- The Washington Times - Monday, June 9, 2008

ROME | Italian con artists dubbed “the sleeping-draught gangs” are targeting unsuspecting American tourists with potentially deadly doses of hospitality this summer - a free and frothy cappuccino laced with date-rape drugs or sleeping pills.

In the most shocking episode yet of what police and diplomats caution is a growing problem on the crime-infested peninsula, one man is in jail in Rome awaiting trial on charges of murdering a Californian tourist who tumbled under a train in May after falling prey to a gang, railroad police said.

Frank Phel, 74, staggered into the path of an express train at the capital’s Tiburtina railway station, Felice Addonizio, head of the railroad police service in Rome, told a news conference.

Mr. Phel earlier woke up on a bench at the station to discover that he and his wife had been robbed of their suitcases, video equipment, passports and cash by a man who hours before had introduced himself as a volunteer for the Catholic charity Caritas, offering them cups of cappuccino.

“We drank them and a short time later we fell into a deep sleep,” Mr. Phel’s wife, who was not named, was quoted as telling police. “Every now and again, we heard the public address system of the station far away but nothing else. We woke up at dawn - there was nothing on the bench, no bags, no cameras or video cameras, no money or passports. Nothing.”

Each year, criminals using similar methods victimize tourists in the Rome area, but Mr. Phel’s case is the first time one of the victims died, the Corriere della Sera newspaper said.

The State Department´s Office of American Citizens Services and Crisis Management said Italy has what it calls a “moderate rate of violent crime, some of which is directed towards tourists, principally for motives of theft.”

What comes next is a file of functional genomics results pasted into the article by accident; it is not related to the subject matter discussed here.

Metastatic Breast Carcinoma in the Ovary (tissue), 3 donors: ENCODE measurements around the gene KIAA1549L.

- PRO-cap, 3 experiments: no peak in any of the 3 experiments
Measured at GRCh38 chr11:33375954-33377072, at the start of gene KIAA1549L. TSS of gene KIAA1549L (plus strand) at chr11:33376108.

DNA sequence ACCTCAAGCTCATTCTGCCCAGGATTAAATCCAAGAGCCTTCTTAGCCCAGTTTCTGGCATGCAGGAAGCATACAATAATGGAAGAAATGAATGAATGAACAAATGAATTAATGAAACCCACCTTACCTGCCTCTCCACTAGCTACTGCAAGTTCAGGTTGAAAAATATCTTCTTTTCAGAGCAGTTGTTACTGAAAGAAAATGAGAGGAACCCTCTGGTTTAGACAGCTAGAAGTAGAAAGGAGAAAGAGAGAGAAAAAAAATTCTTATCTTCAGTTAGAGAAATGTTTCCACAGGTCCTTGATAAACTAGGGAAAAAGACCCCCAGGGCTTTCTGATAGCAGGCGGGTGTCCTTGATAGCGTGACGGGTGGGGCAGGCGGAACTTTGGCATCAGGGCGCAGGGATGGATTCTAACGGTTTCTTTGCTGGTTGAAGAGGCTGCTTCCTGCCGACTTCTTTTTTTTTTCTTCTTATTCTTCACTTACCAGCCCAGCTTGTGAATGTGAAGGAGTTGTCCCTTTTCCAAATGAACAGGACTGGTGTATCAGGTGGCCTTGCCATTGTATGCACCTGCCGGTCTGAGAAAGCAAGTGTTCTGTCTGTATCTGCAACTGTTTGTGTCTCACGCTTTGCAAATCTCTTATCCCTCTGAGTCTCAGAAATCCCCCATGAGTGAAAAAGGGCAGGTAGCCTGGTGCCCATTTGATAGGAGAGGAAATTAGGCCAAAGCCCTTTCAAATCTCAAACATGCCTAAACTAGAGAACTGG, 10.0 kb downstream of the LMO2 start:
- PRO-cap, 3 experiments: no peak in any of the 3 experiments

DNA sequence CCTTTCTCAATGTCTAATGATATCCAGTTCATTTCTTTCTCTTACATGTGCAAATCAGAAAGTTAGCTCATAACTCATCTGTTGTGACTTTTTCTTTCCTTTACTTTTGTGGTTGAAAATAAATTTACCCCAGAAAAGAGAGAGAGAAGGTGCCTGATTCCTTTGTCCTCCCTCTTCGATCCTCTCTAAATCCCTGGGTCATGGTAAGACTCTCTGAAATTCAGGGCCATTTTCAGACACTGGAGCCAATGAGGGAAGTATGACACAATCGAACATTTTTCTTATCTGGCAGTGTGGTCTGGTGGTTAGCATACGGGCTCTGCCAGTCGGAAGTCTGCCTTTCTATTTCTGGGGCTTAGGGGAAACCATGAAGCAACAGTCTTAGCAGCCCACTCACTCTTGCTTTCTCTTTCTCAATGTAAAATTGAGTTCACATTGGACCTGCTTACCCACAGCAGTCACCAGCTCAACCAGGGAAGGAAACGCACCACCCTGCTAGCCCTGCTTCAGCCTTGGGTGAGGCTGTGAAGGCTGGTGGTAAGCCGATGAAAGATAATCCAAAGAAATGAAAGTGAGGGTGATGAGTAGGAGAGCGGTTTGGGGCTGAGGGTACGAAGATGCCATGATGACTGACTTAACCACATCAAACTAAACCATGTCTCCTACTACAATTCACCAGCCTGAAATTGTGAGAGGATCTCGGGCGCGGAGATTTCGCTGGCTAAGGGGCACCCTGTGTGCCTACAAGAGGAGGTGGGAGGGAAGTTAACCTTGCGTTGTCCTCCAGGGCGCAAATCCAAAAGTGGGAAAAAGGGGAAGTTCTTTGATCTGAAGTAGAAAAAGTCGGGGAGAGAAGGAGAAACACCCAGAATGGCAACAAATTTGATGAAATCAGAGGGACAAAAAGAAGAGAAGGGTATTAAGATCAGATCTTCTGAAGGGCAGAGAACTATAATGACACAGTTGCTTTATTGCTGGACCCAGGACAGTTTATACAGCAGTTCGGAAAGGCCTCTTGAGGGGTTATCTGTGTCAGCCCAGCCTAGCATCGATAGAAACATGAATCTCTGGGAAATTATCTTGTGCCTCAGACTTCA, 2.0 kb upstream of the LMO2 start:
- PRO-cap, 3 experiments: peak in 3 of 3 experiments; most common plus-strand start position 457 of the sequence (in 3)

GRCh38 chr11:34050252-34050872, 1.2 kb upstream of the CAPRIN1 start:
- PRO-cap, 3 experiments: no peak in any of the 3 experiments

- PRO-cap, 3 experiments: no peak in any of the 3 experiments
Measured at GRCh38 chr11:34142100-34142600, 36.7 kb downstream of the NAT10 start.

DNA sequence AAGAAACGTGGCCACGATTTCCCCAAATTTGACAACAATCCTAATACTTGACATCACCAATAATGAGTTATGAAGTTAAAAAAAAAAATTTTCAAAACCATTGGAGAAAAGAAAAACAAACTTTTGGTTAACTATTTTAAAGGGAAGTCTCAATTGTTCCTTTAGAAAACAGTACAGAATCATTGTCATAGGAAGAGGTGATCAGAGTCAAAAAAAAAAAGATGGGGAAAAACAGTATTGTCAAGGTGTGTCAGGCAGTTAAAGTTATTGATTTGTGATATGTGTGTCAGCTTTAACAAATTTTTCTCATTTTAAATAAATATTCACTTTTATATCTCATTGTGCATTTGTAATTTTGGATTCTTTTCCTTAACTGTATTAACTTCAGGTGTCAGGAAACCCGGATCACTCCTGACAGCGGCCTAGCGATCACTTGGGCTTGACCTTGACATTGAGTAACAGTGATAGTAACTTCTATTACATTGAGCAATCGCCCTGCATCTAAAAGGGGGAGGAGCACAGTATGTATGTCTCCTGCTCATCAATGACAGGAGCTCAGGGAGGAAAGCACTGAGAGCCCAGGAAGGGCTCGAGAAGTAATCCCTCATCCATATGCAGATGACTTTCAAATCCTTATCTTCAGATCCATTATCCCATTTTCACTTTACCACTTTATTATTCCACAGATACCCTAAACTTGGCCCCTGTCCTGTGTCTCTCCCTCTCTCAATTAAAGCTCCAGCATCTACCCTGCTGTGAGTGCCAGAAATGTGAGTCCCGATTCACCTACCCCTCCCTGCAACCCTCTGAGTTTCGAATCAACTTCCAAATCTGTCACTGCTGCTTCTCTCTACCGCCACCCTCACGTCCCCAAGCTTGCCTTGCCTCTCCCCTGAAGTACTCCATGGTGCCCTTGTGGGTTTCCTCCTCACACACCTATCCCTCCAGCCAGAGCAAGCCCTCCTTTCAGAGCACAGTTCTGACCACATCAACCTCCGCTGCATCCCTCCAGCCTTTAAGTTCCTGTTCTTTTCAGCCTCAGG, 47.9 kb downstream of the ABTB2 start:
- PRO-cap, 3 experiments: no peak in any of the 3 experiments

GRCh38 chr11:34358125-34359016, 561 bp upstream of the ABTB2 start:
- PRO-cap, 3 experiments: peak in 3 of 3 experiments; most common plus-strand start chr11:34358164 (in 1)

“Some travelers have been victims of rape and beatings. There have also been incidents of drinks laced with drugs being used by criminals to rob, and in some cases, assault tourists,” the office’s Web site cautioned.

Police examined closed-circuit video footage from the Tiburtina station and identified the criminal as Antonio Schisani, 54, from the southern city of Mondragone.

Officers raided his home and found some of the Americans’ stolen property as well as large quantities of a prescription drug that is widely sold in the United States under the brand name Ativan. It is a common tranquilizer but also has been used occasionally as a date-rape drug.

Mr. Addonizio said Mr. Schisani’s photograph was being distributed to newspapers in the hope he would be identified by other people they think he fleeced.

“These incidents are on the increase,” he cautioned.

Authorities initially treated the death of the American as a suspected suicide, but after the dead man’s widow recounted their ordeal, investigating magistrate Judge Carlo Lasperanza charged Mr. Schisani with homicide as well as robbery, Mr. Addonizio said.

The U.S. Embassy said cappuccino gangsters are active in several areas, not just railroad stations. “Many of these incidents have occurred in the vicinity of Rome´s Termini train station and at major tourist centers such as Campo de Fiori and Piazza Navona, as well as in Florence and Naples,” says the State Department’s Web site.

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